To Aleksander Blok I went to visit the poet.Exactly at noon. On a Sunday.It was quiet in the spacious room, And there was frost outside the windows. And a raspberry sunAbove curls of blue-grey smoke…How serenely my taciturn hostSurveys me! He had the kind of eyesThat everyone remembers.I had to be careful not toEngage them at all. But I’ll remember the conversation,The smoky noon, that SundayIn the tall grey houseBy the waterway of the Neva. 1914 TeacherIn memory of Innokenty Annensky
The nine poems assembled under “Trees” are some of the most difficult in Tsvetaeva’s oeuvre. They were written in 1922-3, soon after she had left the USSR and settled in a rural area across the river from Prague. She was in a high state of excitement after escaping from Moscow, where she had suffered deeply from famine during the Revolution years. Additionally she was rejoining her husband Seryozha Efron after years of separation. This emotional high is evident throughout the nine poems of “Trees.”
Like most educated Russians, Shostakovich was a regular reader of poetry. Throughout his life, he set many poems to music, not only Russian but also Japanese, Jewish, English, Italian, German and French. He covered some of the major Russian poets from Lermontov and Pushkin to Blok, Yevtushenko and Tsvetaeva. The very last of these Russian poets he worked on was Marina Tsvetaeva, whose poetry had become more accessible in the USSR since a major publication of her work in 1965. Shostakovich wrote the music for Six Verses of Marina Tsvetaeva in just one week in August 1973, when he was vacationing in Estonia. His health at this time was bad, and he already knew he had a terminal illness. His familiarity with Tsvetaeva’s work was increased in 1971 when he set to music Yevtushenko’s “Yelabuga Nail,” a poem about Tsvetaeva’s suicide. Soon after, he heard Tishenko’s “Three songs on Verses of Tsvetaeva” and subsequently ordered a copy (Fay 277)
This sequence of seven elegies was written over 40 years (1921-1964) and arranged just before Akhmatova’s passing in 1966. The elegies vary in length from 23 to 57 lines, averaging 40. Akhmatova often used this format of a small number of short poems under one title. It was also used by some of her contemporaries—Tsvetaeva, for example with “Poems on Moscow.” These seven elegies cover phases and aspects of her life. Elegies 1-4 cover specific periods, while the last three elegies are more generally retrospective: her “substitute life,” the trials of memory and her “silence” of 30 years.
In memory of VDN Inspiration, a rosy sky,a black house with just one fiery window. Oh, that sky,swallowed up by the fiery window!Trash of uninhabited outskirts,a blade of grass with a teardrop,a skull of happiness, slender, longlike the skull of a borzoi.What’s with me? I’m losing myself,I’m dissolving into the air, into the sunset; 10I mutter and feel faintin the evening’s wasteland.Never did I want so much to weep.Its here deep down in me. Slightly hazy, and so anxious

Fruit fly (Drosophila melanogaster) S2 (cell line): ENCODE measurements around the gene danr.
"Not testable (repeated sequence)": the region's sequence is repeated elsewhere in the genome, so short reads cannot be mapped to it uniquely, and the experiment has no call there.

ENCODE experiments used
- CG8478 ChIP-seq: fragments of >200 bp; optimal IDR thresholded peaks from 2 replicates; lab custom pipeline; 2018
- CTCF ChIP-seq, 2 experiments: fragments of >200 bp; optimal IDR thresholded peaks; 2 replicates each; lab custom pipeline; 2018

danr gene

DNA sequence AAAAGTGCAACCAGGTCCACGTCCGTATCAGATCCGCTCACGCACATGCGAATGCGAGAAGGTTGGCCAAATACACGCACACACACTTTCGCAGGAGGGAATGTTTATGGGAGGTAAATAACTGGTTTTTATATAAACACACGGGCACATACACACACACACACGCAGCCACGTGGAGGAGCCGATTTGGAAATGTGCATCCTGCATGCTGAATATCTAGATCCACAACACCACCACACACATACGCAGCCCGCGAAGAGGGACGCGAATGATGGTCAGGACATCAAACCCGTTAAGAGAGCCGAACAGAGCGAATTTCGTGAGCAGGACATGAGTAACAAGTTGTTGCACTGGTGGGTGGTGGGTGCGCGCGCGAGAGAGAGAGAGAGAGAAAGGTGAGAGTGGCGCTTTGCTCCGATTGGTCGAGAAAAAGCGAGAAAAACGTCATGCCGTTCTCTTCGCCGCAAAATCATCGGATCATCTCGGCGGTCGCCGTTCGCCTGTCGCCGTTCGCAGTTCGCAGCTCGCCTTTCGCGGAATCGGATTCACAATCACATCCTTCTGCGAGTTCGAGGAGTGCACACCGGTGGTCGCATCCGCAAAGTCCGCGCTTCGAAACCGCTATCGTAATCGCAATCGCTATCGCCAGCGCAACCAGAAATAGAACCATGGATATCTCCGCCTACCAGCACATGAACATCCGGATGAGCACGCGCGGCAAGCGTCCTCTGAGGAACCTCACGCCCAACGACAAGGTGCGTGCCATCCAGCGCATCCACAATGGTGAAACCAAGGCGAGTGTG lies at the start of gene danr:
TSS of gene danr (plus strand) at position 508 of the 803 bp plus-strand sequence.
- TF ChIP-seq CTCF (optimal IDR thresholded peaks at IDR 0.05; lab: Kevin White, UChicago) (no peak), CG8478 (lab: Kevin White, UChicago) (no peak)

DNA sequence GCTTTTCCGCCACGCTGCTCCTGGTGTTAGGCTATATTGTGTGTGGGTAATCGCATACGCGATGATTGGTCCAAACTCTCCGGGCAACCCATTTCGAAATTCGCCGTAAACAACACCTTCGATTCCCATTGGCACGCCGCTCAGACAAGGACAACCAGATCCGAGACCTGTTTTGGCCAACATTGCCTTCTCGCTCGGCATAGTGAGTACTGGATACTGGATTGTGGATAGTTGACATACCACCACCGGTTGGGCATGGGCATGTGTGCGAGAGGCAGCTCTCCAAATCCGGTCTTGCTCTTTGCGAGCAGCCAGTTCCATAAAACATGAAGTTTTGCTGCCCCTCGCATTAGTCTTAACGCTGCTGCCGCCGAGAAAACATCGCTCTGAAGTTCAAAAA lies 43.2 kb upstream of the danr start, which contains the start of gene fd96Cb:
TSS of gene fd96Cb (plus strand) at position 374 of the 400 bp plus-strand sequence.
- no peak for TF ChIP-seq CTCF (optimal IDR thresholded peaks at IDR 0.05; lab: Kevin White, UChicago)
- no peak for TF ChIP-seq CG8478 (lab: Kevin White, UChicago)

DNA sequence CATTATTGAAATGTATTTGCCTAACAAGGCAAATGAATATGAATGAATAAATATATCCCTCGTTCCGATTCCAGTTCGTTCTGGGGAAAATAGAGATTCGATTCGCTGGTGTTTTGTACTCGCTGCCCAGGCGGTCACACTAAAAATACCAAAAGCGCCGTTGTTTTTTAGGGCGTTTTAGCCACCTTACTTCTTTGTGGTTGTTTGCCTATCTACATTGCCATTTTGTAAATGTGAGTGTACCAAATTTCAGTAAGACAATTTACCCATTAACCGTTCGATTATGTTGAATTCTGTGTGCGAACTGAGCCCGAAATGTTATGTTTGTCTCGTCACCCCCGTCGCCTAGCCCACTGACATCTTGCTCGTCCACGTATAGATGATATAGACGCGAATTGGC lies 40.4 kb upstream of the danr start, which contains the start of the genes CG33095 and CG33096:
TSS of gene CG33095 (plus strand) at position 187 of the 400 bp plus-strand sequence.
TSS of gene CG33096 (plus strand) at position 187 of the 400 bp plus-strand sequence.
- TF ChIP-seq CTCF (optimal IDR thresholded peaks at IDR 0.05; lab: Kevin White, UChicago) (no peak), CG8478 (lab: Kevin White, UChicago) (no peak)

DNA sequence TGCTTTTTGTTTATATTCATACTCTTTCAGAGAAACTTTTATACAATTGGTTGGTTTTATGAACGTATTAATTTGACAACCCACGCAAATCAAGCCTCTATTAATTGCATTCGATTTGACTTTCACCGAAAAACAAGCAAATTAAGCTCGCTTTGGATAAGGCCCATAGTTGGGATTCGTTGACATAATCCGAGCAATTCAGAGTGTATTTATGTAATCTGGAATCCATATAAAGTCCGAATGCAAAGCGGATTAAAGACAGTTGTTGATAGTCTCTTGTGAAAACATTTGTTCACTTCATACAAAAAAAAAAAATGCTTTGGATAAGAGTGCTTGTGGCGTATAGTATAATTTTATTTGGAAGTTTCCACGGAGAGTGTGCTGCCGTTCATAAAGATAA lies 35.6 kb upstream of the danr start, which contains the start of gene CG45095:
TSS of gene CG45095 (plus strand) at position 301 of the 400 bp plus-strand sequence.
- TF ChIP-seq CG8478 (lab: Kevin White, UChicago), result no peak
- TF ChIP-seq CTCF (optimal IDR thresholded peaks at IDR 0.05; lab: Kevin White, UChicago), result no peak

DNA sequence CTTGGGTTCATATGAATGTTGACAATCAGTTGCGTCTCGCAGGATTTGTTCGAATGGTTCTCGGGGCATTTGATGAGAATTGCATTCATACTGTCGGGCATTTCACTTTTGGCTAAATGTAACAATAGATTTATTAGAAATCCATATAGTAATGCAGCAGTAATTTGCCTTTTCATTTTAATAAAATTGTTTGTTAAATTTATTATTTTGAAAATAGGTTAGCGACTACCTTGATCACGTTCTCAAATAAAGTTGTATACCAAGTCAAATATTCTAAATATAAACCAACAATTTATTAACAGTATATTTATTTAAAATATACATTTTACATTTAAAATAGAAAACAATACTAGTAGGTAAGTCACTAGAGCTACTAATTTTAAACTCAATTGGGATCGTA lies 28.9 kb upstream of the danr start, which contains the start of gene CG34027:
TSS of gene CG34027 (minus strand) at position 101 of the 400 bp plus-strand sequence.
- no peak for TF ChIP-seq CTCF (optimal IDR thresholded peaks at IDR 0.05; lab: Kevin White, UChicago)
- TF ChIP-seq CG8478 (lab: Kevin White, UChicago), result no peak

Gare Saint Lazare some pull themselves togetherothers lose their way.there are those who seekthe key to the rumeurs*. From evening to nightthis is the thoroughfare;with weary wing beatsa little sleepdrifts and then settles. The manna of the eveningfeeds pell-mellthose who smilethose who are afraid,those who pursuea game without hope. I go into the night;alien spacestake hold of me, move meinto the meal of shadowsI look for my place. Henri Thomas, Le monde absent, 1947Translated by John Cobley
One of Mikhail Lermontov’s better known poems conveys the wish to be buried alive under an oak tree. Such a wish is unusual even for a Romantic poet. This untitled poem is dated 1841, the year of Lermontov’s death in a duel at 26. Alone, I step out on to the road;The stony track glistens through the mist. The night is still; Nature pays heed to God,And above, star is talking to star. The skies are solemn and wonderful!Earth sleeps in a pale blue radiance…Why then do I feel such pain and angst?
In 1969 Richard Wilbur published this fine poem in Walking to Sleep: New Poems and Translations. It has three parts, set in 1933, 1957 and 1969 respectively. These three parts correspond to Wilbur’s childhood (age 12), adulthood (age 36) and middle age (48). A close reading brings many rewards. I have added some notes and also an analysis that tries to bring out some of these rewards. RUNNING I. 1933(North Caldwell, New Jersey) What were we playing? Was it prisoner’s base?I ran with whacking keds
While translating Apollinaire’s “Zone” and Tsvetaeva’s “Verses on Moscow”—coincidentally at the same time—I was surprised to find many similarities. First I found that they were written within three years of each other (1913 and 1916) and contain almost the same number of lines (160 and 155). Then I noticed that both are strongly autobiographical and that they focus on their respective cities, Paris and Moscow. For two poets living a long way apart and in very different cultures, the similarities seemed worth pursuing further.
Sometimes we have borrowedThe art and voice of your poetsSo that the silence of the woods,Which makes a home for beasts,Approaches you, and keepingAt a distance the rumbling motionOf out-of-tune machines,Surrounds you with a forestOf words where our leavesAnd your words might assemble again. For these cadences of your versesBalance themselves like our branches,Filling also the universeWith a deep breath of silence.And in the enigma of the sounds of trees We recognize ourselves